At the same time, climate change reminds us that, as we put off taking necessary action, we are darkening our moral record, committing a travesty of justice at multiple levels. At home, climate disruptions tend to strike poor communities—largely people of color—more severely than they hit the rich in their more secure enclaves. On a planetary scale, the disparities are even worse. Over the past few centuries, the industrialized countries—primarily the U.S. and Western Europe—have won their wealth by burning fossil fuels, yet it’s the people in the poorest countries—in Sub-Saharan Africa, South Asia, and the Pacific island nations—that are paying the heaviest price. And it is these people again that will face the harshest penalties in the future when whole regions turn barren, famine and starvation descend, and social disruption invites political chaos.

The climate enfolds everyone everywhere, and thus there is no spot on earth to which one can escape.

If we’re to avoid such a fate, we must drastically reduce our carbon emissions and hasten the transition to a clean-energy economy powered by renewable sources of energy. This must be done with utmost urgency. What we need is nothing short of a full-scale climate mobilization, as complete as the war effort launched during World War II. This will require changes not only  in our practices but in our attitudes. We will have to transform a culture of extraction, exploitation, and endless consumption into one that prizes reverence for the earth, respect for other peoples, and gratitude for the resplendent bounties of nature.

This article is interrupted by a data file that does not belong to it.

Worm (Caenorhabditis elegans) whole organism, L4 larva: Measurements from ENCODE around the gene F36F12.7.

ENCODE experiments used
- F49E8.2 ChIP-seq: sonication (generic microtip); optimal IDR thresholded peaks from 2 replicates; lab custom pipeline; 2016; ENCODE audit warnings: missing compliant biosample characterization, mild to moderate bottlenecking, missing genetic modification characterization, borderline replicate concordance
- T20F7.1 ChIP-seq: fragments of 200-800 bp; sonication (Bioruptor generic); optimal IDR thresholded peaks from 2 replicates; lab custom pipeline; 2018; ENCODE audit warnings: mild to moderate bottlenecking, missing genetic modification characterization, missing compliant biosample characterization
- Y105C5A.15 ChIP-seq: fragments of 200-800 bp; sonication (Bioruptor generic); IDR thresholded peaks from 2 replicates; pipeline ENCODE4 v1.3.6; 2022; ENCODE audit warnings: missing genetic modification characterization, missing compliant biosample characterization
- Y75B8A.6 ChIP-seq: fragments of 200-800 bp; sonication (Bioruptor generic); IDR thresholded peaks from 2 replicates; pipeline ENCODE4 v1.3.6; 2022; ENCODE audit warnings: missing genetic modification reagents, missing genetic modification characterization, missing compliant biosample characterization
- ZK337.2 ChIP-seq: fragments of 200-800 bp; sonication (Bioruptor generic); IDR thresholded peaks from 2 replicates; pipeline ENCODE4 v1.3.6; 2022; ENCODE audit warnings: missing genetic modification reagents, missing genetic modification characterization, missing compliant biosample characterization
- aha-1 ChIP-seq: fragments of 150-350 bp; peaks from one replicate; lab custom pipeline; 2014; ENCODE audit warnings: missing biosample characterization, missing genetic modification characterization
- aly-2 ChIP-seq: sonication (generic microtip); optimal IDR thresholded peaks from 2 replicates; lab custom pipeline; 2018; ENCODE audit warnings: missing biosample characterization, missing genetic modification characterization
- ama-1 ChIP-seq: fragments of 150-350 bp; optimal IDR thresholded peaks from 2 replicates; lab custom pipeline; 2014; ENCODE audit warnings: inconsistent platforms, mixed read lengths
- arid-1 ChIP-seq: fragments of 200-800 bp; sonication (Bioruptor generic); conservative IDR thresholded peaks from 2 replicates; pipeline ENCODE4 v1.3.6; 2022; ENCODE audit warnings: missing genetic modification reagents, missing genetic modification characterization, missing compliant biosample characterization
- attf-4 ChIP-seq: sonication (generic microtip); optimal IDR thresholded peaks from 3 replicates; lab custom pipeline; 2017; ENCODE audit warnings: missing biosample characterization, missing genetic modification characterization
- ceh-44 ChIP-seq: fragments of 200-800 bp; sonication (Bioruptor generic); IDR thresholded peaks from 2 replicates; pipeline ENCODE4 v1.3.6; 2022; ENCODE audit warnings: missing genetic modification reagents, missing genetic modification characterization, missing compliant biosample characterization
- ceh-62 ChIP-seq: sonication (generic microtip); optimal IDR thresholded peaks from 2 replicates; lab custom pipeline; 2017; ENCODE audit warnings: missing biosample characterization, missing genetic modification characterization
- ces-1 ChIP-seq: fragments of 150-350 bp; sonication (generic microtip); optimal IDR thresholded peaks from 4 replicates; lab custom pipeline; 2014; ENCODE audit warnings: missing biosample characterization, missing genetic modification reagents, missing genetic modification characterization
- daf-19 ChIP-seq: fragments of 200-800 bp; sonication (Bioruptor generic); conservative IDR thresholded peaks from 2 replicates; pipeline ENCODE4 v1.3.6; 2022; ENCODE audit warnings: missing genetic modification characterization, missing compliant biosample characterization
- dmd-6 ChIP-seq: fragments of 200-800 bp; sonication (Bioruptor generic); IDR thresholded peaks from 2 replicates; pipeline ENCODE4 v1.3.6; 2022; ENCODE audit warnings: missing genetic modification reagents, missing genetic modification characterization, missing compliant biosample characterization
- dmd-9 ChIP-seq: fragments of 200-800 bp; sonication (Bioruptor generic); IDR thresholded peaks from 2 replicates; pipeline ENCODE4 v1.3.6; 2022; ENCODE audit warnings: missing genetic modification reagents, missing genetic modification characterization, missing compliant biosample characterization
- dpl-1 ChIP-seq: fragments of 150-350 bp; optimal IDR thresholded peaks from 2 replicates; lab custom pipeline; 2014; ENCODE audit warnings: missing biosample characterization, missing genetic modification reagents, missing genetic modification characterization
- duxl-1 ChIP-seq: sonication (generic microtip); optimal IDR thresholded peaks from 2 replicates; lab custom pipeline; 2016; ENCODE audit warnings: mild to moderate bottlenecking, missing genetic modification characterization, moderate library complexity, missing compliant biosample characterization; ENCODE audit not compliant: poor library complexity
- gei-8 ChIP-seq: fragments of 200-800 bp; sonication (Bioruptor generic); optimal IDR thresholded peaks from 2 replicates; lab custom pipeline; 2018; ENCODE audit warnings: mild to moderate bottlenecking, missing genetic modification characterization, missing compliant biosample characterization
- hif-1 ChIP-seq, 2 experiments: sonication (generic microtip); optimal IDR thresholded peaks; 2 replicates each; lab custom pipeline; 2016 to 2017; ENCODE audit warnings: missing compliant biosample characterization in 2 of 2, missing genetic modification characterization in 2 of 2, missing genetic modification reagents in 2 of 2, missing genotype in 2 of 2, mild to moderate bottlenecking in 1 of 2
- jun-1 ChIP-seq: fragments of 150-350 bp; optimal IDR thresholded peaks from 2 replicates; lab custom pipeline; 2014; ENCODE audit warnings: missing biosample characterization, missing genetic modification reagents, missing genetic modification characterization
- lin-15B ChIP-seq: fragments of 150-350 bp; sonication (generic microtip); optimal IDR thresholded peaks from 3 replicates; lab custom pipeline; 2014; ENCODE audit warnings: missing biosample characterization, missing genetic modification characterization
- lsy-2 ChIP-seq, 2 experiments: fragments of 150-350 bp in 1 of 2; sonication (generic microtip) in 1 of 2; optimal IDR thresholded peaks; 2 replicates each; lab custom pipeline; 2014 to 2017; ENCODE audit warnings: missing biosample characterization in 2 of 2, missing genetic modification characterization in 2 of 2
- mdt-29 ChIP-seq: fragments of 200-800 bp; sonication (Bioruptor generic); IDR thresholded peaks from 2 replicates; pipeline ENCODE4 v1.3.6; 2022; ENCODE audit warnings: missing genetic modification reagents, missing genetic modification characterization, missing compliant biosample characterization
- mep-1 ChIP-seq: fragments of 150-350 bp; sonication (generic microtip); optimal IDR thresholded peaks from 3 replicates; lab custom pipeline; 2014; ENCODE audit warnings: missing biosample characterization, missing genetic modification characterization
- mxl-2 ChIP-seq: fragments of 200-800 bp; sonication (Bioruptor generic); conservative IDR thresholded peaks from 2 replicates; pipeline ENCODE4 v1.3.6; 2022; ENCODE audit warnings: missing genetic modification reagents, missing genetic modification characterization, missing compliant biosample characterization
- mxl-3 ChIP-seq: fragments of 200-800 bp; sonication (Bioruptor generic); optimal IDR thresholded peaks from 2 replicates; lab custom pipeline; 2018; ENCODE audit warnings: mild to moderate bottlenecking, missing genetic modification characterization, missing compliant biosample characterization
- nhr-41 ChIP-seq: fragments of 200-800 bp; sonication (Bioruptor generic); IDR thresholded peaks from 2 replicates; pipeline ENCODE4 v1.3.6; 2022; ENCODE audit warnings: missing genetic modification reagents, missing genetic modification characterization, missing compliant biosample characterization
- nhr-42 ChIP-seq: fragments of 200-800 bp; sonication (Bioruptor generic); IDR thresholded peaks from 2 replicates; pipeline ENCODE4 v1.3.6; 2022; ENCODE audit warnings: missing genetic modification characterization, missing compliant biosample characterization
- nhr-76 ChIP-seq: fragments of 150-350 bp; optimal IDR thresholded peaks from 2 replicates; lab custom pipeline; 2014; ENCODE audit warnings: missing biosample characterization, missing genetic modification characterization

To deal successfully with climate change, we must draw from sources of wisdom and compassion lying deep within ourselves. Wisdom is the voice that tells us to take the blinders off and see things as they are—in this case, to acknowledge the truth that climate change is real, that human activity is behind it, and that the chief culprit is an economic system propelled by the quest for short-term profits. Compassion is the quality that makes our hearts tremble at the suffering of others and moves us to act, to ensure that billions of people around the world are spared the misery and desperation that a hostile climate would inflict on them.

…it’s the people in the poorest countries…that will face the harshest penalties in the future…